We are grateful for their relentless efforts in the resolution of the conflict. IGAD had played a significant role in brokering peace between South Sudan and Sudan.

It was a remarkable conclusion of the three-decade liberation war we had waged against the occupying force of Sudan. The current mediation by the bloc [IGAD] is riddled with real conflicts of interest, which is threatening the peace talks to crumble.

This is the case of Uganda. It is openly at war against us and the people of South Sudan. And this nation also sits with other mediators as a peacemaker.

This is a most self-defeating double life – that is, Uganda pretends to be part of the IGAD peace effort and at the same time fights against us on the battlefronts.

It is due to this self-defeating institutional contradiction that IGAD has abysmally failed to condemn and stop Uganda's air force from bombing us. Peace requires a remedy to this case.

Uganda's involvement is anti-peace, hooked to the peace-loving people and governments of IGAD.

So how do you view IGAD's mediation efforts?

Within the fundamentals of what I have already said, we wholeheartedly accepted the bloc's mediation. Comprehensive negotiation settlement is in our interest. Ethiopia, Sudan, Kenya – all members of IGAD, with the exception of Uganda, are trustworthy brokers.

I know they are a lot of virtual tested-by-fire diplomats. However, IGAD must get absolute freedom from the negative influence of Uganda. They have to decide about Uganda.

The mediation process should shut on Kiir and Museveni. This is imperative in our view. IGAD's last decision was favorably biased in the interest of Kiir and Museveni. We are not happy.

Why do you reject the deployment of IGAD's Protection and Deterrence Force?

Accepting the decision on the deployment of IGAD's force is but legalizing the presence of Ugandan occupation forces in South Sudan. We do not do this. If we do accept, the Ugandan army will invade us en mass.

As a party to the conflict, you agreed to uphold January's cessation of hostilities agreement – but you aren't. Is that right?

We agreed to a cessation of hostilities. They began the violation of the cessation of hostilities. They were not the party to peace.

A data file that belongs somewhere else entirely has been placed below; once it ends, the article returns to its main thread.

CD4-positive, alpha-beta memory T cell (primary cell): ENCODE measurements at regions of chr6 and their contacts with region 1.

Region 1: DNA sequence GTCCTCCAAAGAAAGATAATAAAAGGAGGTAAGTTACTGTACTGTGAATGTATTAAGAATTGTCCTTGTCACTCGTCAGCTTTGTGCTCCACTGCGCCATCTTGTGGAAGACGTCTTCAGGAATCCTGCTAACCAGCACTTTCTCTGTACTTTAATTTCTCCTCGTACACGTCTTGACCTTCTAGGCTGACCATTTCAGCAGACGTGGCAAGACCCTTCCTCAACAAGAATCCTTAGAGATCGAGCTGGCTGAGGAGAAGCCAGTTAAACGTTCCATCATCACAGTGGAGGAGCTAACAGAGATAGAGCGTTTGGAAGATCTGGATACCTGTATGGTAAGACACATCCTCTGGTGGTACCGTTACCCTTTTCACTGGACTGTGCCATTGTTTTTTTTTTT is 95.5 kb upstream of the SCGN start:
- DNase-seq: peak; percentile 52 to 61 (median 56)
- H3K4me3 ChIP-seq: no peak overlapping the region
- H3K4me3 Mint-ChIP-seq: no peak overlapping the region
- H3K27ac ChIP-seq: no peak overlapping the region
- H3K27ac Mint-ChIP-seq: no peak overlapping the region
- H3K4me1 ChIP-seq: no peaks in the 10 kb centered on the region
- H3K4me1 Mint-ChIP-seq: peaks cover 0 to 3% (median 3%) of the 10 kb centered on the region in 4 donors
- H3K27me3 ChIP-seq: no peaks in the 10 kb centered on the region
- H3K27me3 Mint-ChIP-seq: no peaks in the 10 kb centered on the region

For our part, we are in a war situation. We are defending ourselves and communities from the Ugandan army. They are on our land and we will continue to fight until the last man.

In the agreement, it was stated that the Ugandan army would withdraw from our country. This did not happen. Moreover, we agreed that detained SPLM/A [the Sudan People's Liberation Movement/Army] leaders shall be released.

Seven of them were released, but this is [due to] personal involvement of the Kenyan president. Still, there are five innocent heroes of the liberation struggle detained without fair trial.

One of them, Peter Adog, is under house arrest. So, my dear, the agreement is not implemented, but the double-speakers accuse us of violating the agreement.

The crisis appears to be moving towards a civil, ethnic war, and to this end you have armed civilians. Why?

The blame knocks at the doors of Kiir and his lieutenants. They created fears that if they do not take up arms, their lives and properties were in danger. Today, we have a militarized society.

Can you tell me about Juba and the public?

Juba is a city of Salva Kiir. It is effectively transformed into an open-air concentration camp. There are two camps, overcrowded, with over 70,000 citizens internally displaced.

Yesterday, I talked to U.N. Special Representative Held Johnson and I proposed that he transfer them to another camp. I cannot speak of death. It looks like a routine, humanly way of natural life.

The economy is already in tatters. We control the oilfields, and the farms in the eastern part of the country are deserted because able people have fled the country.

You said Kiir, Uganda and the Darfur opposition are all allied against your forces. But I don't understand why the government of Sudan, which is fighting a bloody war against the Darfur opposition, would join Kiir's camp.

We have good brotherly relations and trust with the government of Sudan. We know for sure the Sudanese government is determined to be a middle-of-the-road peace broker.

I am taken aback by the decision of the Darfur opposition to join Salva Kiir. As we know, they were officially complaining about the lack of justice in Sudan. They left their demand and are fighting against South Sudanese people. They have shown their true motives.

Going back to the peace talks, do you hope to take part in the Addis Ababa negotiations?

Why not? We believe, as I said over and again, in dialogue. This is why we have delegated men of high test to the Addis Ababa conference.

If you could write a letter to Salva Kiir, what would you say?

Stop fighting. Political brinkmanship has consequences. One million South Sudanese are now refugees. Kids, the aging, the vulnerable are sheltered in the jungle and let us stop the fight.

Give a second chance to peace.

AA

Last Mod: 05 Nisan 2014, 10:06